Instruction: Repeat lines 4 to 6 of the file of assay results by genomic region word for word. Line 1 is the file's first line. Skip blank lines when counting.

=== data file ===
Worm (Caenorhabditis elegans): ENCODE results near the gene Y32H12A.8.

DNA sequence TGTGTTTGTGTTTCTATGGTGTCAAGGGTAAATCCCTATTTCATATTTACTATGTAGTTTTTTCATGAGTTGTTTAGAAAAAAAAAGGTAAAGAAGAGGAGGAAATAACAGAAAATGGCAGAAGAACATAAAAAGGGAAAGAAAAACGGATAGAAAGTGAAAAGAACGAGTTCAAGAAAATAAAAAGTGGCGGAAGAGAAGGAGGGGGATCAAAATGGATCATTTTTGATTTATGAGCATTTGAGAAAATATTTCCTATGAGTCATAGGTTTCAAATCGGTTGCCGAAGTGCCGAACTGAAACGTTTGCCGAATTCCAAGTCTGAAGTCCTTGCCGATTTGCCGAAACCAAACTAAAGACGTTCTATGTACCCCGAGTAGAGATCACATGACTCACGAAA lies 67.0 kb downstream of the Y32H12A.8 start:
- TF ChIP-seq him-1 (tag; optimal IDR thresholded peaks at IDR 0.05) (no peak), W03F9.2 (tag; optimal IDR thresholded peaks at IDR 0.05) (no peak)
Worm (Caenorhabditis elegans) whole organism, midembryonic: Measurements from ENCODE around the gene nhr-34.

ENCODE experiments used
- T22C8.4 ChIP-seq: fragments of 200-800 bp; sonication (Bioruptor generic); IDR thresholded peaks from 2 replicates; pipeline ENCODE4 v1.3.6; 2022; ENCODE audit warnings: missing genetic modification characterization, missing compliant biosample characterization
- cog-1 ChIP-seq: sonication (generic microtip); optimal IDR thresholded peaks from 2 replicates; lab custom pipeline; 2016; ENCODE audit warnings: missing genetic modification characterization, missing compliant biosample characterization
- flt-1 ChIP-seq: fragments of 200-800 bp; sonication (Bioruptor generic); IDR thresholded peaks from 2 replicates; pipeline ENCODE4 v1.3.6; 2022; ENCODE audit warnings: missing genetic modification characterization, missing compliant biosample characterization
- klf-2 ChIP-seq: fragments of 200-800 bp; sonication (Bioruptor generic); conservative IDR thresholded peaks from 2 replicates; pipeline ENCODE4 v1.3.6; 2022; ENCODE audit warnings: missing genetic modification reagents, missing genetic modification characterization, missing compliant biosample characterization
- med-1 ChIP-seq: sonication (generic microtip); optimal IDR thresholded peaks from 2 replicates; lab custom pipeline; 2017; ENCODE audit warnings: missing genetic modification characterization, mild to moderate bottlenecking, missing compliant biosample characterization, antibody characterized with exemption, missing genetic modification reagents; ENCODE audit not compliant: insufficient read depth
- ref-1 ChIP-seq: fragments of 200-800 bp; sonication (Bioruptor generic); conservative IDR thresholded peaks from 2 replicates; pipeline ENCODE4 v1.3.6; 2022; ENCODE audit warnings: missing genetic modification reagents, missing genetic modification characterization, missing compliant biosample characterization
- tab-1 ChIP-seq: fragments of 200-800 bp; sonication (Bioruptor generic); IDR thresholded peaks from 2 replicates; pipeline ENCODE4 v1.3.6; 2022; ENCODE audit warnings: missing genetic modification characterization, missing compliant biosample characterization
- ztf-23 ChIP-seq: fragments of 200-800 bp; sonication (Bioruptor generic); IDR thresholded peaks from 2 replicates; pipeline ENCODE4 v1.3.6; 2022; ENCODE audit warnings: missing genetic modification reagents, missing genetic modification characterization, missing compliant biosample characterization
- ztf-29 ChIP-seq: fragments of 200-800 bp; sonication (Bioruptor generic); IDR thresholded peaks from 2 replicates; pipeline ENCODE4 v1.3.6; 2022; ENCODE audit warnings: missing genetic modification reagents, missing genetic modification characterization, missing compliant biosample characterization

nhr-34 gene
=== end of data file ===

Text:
Worm (Caenorhabditis elegans) whole organism, midembryonic: Measurements from ENCODE around the gene nhr-34.

ENCODE experiments used
- T22C8.4 ChIP-seq: fragments of 200-800 bp; sonication (Bioruptor generic); IDR thresholded peaks from 2 replicates; pipeline ENCODE4 v1.3.6; 2022; ENCODE audit warnings: missing genetic modification characterization, missing compliant biosample characterization